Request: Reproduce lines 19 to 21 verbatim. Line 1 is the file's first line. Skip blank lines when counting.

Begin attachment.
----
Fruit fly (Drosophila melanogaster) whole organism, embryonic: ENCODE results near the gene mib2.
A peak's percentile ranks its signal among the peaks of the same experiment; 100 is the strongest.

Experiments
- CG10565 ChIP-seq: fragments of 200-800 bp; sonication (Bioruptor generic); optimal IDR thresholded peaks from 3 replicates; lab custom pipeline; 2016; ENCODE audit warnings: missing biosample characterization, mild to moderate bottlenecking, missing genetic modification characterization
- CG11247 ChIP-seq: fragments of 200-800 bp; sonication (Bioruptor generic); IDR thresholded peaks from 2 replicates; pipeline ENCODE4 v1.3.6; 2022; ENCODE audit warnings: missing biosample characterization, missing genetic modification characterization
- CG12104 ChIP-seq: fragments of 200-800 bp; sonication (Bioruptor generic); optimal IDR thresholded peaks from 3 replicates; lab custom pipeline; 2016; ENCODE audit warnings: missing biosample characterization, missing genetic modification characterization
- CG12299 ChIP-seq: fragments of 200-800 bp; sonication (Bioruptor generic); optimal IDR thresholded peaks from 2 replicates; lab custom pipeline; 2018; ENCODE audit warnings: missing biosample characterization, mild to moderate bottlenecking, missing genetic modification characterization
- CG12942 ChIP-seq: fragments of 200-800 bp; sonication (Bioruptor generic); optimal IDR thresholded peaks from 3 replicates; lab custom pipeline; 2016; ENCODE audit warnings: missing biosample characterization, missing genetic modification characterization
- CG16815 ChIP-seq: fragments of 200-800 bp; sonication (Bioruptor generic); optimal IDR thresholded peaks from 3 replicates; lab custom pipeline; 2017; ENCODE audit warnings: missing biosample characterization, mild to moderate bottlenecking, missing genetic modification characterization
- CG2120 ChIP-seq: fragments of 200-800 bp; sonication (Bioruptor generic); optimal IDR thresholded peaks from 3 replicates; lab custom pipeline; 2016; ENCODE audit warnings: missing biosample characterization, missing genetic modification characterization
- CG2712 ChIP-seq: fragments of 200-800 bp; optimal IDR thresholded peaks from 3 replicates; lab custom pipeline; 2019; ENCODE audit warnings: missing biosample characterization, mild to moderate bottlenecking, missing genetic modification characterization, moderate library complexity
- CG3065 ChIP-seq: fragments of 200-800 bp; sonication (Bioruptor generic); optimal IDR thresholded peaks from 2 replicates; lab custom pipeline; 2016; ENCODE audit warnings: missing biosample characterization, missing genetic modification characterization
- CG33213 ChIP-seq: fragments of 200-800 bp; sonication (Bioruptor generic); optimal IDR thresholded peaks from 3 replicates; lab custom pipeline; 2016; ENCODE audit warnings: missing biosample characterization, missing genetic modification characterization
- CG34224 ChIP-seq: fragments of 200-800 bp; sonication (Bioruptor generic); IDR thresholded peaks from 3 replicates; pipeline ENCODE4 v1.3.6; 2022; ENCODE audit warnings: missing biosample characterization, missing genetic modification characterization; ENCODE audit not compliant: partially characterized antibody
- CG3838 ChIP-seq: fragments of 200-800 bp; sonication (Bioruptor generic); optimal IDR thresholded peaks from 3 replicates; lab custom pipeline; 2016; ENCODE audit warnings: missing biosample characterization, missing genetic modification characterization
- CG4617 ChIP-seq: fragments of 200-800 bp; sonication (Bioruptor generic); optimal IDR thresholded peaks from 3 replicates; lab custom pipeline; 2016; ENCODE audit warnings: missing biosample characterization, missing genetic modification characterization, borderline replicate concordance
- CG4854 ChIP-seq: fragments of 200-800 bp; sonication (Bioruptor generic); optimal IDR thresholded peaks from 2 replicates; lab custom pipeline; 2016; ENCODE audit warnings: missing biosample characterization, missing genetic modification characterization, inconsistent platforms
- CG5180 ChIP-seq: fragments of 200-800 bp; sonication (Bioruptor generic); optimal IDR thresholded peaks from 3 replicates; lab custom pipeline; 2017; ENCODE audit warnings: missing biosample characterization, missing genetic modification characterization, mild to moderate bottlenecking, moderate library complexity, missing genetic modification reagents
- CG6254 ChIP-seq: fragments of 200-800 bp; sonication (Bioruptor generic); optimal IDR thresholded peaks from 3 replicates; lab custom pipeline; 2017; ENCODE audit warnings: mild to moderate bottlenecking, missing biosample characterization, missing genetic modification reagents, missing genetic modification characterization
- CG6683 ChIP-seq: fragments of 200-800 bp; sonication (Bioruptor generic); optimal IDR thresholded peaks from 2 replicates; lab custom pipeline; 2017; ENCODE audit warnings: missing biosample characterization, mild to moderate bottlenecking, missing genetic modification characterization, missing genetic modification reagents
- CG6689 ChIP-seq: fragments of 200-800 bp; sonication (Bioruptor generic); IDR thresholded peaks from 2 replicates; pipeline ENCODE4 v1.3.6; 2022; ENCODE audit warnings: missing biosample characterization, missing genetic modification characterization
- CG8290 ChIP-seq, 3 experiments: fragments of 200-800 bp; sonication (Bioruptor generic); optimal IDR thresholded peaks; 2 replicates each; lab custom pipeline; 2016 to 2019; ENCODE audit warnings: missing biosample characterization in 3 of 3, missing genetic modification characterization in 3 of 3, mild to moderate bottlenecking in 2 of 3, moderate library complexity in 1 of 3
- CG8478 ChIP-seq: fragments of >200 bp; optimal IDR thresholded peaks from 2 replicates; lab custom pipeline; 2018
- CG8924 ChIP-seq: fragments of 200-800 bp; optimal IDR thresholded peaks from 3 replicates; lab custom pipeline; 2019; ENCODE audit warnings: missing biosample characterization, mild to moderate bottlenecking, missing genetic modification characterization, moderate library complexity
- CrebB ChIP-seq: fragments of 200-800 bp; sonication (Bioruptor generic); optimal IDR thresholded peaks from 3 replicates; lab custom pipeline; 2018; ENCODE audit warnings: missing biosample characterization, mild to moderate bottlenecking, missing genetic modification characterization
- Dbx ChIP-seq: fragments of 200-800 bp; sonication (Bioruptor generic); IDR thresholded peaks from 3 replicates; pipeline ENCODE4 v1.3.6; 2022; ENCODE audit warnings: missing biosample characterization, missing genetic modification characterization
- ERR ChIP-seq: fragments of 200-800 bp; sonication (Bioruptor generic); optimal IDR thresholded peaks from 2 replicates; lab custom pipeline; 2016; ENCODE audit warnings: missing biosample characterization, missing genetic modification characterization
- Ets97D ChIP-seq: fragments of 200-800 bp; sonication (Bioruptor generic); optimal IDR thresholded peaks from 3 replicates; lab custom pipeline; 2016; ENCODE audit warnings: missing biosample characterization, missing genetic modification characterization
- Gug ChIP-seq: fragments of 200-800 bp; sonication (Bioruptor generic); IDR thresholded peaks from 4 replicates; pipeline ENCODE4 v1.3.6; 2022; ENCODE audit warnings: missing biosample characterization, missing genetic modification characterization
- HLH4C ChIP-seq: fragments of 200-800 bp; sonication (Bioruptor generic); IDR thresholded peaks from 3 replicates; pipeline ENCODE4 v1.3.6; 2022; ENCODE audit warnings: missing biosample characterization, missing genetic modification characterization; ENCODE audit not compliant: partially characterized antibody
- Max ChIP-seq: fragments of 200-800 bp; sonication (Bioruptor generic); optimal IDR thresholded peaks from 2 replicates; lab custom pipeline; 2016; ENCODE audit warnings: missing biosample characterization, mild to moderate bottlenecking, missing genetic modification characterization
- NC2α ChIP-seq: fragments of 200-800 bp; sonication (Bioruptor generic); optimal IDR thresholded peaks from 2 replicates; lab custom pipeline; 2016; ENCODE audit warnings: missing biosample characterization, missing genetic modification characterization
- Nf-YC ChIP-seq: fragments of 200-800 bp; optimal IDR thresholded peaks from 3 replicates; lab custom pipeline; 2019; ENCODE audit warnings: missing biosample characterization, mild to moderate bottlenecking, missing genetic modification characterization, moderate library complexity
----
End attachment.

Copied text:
- CG6254 ChIP-seq: fragments of 200-800 bp; sonication (Bioruptor generic); optimal IDR thresholded peaks from 3 replicates; lab custom pipeline; 2017; ENCODE audit warnings: mild to moderate bottlenecking, missing biosample characterization, missing genetic modification reagents, missing genetic modification characterization
- CG6683 ChIP-seq: fragments of 200-800 bp; sonication (Bioruptor generic); optimal IDR thresholded peaks from 2 replicates; lab custom pipeline; 2017; ENCODE audit warnings: missing biosample characterization, mild to moderate bottlenecking, missing genetic modification characterization, missing genetic modification reagents
- CG6689 ChIP-seq: fragments of 200-800 bp; sonication (Bioruptor generic); IDR thresholded peaks from 2 replicates; pipeline ENCODE4 v1.3.6; 2022; ENCODE audit warnings: missing biosample characterization, missing genetic modification characterization